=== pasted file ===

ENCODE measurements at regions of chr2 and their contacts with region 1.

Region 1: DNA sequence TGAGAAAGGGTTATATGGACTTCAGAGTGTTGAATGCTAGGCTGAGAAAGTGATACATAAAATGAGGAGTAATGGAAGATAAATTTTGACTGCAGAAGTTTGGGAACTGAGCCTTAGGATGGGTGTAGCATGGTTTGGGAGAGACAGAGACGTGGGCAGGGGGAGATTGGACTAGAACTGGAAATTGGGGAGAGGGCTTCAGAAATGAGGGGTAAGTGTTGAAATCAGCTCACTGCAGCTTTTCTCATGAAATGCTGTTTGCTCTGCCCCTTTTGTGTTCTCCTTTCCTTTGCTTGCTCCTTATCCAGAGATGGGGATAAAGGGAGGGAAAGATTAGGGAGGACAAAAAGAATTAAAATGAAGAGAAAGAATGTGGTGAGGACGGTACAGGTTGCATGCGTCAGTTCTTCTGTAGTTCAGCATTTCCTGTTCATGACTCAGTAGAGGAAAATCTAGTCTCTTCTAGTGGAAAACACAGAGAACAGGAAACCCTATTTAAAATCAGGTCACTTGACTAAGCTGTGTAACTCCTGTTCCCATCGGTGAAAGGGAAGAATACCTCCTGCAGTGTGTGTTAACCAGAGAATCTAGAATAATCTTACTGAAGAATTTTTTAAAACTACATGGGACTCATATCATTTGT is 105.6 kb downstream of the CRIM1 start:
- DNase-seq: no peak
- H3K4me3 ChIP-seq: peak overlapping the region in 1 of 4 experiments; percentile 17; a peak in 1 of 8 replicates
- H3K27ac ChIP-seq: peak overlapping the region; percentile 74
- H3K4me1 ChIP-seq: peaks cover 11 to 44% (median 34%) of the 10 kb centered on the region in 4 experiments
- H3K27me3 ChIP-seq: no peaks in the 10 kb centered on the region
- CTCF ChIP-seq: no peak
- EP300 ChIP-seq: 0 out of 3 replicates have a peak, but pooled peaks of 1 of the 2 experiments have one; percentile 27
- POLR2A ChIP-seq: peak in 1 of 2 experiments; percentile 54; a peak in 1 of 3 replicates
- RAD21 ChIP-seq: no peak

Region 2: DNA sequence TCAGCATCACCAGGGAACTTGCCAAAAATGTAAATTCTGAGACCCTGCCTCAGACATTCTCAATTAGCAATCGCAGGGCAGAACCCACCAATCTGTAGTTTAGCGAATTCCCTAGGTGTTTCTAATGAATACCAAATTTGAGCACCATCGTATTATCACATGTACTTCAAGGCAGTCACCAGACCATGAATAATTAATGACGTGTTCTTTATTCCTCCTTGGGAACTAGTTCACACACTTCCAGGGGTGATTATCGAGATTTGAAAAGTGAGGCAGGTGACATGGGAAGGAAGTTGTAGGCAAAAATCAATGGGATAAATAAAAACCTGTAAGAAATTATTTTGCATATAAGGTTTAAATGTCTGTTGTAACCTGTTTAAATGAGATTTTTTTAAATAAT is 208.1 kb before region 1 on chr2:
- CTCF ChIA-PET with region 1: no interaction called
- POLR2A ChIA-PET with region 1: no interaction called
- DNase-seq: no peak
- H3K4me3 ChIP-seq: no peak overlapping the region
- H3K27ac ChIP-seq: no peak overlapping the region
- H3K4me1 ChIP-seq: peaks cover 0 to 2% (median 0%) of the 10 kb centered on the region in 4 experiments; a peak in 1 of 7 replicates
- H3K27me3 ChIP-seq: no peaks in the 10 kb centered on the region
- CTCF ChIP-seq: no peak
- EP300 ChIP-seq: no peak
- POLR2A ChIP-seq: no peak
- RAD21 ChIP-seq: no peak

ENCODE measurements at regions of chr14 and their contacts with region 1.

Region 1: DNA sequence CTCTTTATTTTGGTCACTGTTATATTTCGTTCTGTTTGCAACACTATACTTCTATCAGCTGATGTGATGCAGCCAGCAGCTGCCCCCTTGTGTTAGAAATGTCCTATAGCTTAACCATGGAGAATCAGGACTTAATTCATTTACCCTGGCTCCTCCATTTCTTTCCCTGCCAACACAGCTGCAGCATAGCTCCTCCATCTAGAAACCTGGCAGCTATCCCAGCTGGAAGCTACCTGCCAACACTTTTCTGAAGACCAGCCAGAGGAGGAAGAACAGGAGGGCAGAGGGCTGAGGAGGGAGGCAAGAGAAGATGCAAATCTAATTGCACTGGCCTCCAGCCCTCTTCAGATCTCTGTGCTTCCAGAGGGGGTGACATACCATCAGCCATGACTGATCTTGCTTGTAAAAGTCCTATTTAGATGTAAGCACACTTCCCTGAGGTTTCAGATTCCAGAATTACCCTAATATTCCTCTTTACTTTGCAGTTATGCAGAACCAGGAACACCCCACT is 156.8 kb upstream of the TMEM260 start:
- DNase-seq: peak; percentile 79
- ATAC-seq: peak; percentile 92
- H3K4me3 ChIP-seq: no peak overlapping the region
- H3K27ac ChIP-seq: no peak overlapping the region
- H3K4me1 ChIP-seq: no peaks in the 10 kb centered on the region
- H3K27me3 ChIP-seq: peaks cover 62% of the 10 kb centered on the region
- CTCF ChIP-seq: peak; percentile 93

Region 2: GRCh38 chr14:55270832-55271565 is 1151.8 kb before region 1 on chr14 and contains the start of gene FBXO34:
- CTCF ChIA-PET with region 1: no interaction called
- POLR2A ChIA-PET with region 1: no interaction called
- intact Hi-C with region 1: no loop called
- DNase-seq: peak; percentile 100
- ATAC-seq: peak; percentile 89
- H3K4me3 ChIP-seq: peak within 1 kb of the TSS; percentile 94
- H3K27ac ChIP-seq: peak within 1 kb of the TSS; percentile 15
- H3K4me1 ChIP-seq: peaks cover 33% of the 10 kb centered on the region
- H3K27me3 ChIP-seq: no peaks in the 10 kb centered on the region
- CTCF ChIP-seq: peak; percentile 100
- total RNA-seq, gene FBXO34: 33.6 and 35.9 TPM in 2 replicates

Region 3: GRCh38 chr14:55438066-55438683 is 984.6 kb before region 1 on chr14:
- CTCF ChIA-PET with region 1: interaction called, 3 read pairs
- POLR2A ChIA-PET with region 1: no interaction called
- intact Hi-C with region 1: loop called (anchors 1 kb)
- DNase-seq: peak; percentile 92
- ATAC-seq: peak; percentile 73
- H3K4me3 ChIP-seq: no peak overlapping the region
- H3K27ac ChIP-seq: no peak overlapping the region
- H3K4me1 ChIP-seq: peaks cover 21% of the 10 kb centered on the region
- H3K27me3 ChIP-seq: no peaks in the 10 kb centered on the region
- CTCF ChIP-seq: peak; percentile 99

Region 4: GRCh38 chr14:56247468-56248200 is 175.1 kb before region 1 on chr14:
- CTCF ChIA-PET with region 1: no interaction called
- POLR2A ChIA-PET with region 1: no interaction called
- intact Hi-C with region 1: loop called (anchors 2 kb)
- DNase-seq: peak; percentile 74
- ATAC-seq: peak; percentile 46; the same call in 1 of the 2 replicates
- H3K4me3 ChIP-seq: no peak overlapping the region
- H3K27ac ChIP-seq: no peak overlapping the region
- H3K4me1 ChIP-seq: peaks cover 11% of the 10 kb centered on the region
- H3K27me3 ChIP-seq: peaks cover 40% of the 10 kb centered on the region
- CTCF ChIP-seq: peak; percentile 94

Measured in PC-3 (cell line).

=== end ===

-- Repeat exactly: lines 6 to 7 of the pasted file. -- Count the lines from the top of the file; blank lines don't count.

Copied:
- H3K4me1 ChIP-seq: peaks cover 11 to 44% (median 34%) of the 10 kb centered on the region in 4 experiments
- H3K27me3 ChIP-seq: no peaks in the 10 kb centered on the region